Spring into Inaction

(Courtesy)
Spring is Sprung: Persian Cyclamen on a Hillside (Photo: Nili Bresler 2020)

What to do when Spring Fever turns into Cabin Fever

Spring is here, ready or not. In our hemisphere, the calendar tells us that Spring starts today, March 20th. Time for picnics, walking in the woods, visiting parks and playgrounds. But not this year. It’s frustrating to be stuck indoors as the world around us starts to blossom and bloom. It’s hard to sit inside the apartment watching Spring unfold outside our windows. That’s true for most of us, and especially for people like me who are a bit hyperactive: Ants in your pants, my Dad used to say about me. I’m a doer, not a sitter and watcher.

Lucky for me I had a chance just a couple weeks ago to wander in the woods and take in the glorious green vistas. My friend who lives right at the edge of a forest took me for a wonderful walk, through wooded hillsides adorned with pastel pink cyclamen and red anemones. The sights and smells are with me now, as I sit inside.  In Japan, stressed-out city-dwellers go walking in the forest for therapy, called Shinrin-yoku – “forest bathing”. I feel blessed to have gotten the chance to forest bathe a bit just before going indoors, into this surrealistic lockdown which is the new normal.

So here’s what I’m doing these days to keep from going crazy. I’ve changed the desktop background on my computer to a slideshow with the images from that gorgeous walk in the woods. Changing scenes of pink, purple and red flowers meet my eyes whenever I’m in between applications. And I’m sprinting around the apartment in between online sessions – hurrying back and forth from room to room. I take frequent short breaks and get up to get something from another room. Coffee or water from the kitchen, a pad of paper, an extra pen or marker – really unnecessary since I’m working online. But I’ll take any excuse to get up and move. Then back to my laptop where the welcome sight of a student’s face in my video chat alleviates the feeling of isolation.

Every morning I get up early and reorganize my living space just a bit. I set up my home office in the living room, even though I’ve got a work nook in another part of the apartment. The living room is lighter and airier. I’ve got all my pc accessories, power cords, etc. in one corner of the room near my Wi-Fi router – that’s my IT department. And in the center of the living room, there’s a sofa and a coffee table with a bowl of fresh fruit and some magazines – my break room. Everything a high-tech worker could want (except for the fun and camaraderie of the face-to-face workplace). I’ve set up one part of the living room as a fitness center – setting out my hand weights, exercise mat, resistance bands and even my hula hoop. Silver lining department: hula hooping to loud music during a 5-minute break is not something I can do when teaching frontal courses at client sites. Exercising for very short intervals in between my teaching sessions keeps me from going stir crazy. Sometimes instead of exercising on my break, I turn up the music and dance. And while I’m on an exercise break, I watch the spring scenery on my screen saver, rather than looking out the window. The sight of all the rooftops and concrete buildings around me can get a bit boring here in the crowded center of town.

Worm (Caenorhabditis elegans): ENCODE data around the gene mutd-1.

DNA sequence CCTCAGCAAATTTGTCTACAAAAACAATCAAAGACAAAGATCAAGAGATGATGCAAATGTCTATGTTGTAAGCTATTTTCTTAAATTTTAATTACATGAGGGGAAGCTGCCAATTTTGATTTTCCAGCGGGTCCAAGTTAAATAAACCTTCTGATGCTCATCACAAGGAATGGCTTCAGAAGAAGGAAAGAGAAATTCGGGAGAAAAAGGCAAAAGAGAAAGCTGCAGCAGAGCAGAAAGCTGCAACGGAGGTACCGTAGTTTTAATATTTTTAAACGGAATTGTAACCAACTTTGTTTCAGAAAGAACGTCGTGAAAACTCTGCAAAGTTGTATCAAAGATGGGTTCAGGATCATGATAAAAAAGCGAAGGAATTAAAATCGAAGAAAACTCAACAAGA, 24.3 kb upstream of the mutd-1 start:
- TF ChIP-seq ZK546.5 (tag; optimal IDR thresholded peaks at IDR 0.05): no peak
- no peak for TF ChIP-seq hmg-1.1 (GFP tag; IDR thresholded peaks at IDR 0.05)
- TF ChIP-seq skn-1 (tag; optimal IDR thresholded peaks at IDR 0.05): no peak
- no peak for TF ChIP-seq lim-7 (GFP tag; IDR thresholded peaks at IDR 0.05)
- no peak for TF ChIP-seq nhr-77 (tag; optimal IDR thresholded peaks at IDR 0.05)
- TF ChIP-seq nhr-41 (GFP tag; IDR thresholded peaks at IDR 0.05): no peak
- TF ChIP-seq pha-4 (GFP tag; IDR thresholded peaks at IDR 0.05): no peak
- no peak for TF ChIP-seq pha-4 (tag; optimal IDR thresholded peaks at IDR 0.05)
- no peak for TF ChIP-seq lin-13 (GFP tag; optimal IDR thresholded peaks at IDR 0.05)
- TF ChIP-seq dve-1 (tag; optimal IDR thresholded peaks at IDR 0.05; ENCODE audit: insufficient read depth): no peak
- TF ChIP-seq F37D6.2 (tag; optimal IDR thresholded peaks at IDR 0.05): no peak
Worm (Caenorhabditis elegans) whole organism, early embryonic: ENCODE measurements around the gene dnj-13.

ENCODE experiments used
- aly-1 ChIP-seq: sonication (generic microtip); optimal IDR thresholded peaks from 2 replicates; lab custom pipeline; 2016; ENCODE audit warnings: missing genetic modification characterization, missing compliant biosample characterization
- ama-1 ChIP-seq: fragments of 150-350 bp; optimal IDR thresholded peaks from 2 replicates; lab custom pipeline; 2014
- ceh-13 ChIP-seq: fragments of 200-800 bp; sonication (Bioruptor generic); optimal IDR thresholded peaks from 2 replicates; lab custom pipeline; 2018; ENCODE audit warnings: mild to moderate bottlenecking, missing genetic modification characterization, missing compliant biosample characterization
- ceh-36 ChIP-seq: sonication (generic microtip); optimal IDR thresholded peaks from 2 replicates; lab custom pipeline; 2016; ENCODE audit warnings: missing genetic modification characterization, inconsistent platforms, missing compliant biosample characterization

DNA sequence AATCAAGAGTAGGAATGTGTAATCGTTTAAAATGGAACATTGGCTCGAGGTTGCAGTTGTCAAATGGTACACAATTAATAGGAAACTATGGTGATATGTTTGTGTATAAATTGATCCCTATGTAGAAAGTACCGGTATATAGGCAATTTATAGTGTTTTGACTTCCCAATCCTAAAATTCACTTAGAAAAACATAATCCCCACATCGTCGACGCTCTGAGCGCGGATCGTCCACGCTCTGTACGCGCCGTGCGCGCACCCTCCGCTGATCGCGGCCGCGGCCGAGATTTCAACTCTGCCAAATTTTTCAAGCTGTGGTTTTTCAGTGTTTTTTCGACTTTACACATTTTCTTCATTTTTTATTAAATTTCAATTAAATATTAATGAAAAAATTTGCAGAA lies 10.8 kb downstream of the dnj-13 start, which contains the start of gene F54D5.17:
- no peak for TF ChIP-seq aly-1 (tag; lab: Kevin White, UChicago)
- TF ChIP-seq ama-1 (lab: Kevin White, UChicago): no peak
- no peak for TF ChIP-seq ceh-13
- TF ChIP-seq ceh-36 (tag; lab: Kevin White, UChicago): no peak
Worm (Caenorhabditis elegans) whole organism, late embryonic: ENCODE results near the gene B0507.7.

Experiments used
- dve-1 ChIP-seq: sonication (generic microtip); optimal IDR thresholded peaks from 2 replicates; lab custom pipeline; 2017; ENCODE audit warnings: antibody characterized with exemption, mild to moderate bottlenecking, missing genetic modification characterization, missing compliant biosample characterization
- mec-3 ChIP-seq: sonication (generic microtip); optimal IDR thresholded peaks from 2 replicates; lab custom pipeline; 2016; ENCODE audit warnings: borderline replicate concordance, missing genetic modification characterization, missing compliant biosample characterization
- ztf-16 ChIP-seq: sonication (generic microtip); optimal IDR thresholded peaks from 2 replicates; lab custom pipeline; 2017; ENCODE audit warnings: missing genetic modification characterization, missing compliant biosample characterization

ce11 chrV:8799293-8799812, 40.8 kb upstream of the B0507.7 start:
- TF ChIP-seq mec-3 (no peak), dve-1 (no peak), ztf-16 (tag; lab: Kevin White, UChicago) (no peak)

I’m keeping my work habits as close as possible to my pre-lockdown routine: stopping for lunch at a regular time and not turning on the TV during the day. I don’t eat at my “desk” – which is a challenge since my desk is actually my dining table! So I’ve set up a tray table in another part of the room. I try to keep regular working hours, “clocking out” at 6 or 7 every evening. I close the lid of my laptop and put it aside, to avoid looking at it when I’m off duty.  Since I’m used to being online, the temptation is to just keep working on and off all evening. But I know I have to avoid that. Compartmentalization is the name of the game for me now, to prevent my work from seeping into every moment of my home life. None of this wisdom is new or original. Having worked online for years, I’ve learned these healthy habits from many others who work from home full time.

I know I’m lucky to be able to work online. I don’t take it for granted. Neither do I slack off: I make sure to keep my schedule full. Now that I have less work, I have more time to volunteer – something I can also do online. I write and edit content for a humanitarian aid organization when I’m not teaching online. The main thing is to keep doing, keep going, keep on keeping on as we used to say in the 60’s.  And when my workday is done, it’s time to go offline. If I’ve kept busy, active and productive all day, I feel entitled to a nice relaxing evening. It’s time to cook dinner and binge watch TV or call friends or family to catch up.  What to do when spring fever turns into cabin fever? Keep busy and keep active. And when all else fails, dance around the apartment. Hey, no one’s watching – silver linings department.

About the Author
Nili Bresler is a trainer and business communications coach with experience in management at multinational technology companies. Prior to her career in high-tech, Nili was a news correspondent for the AP. Nili holds a degree in International Relations from NYU. In her spare time, she manages communications for the non-profit, NATAN International Humanitarian Aid. Nili made aliya in 1970 and lives in Ramat Gan.
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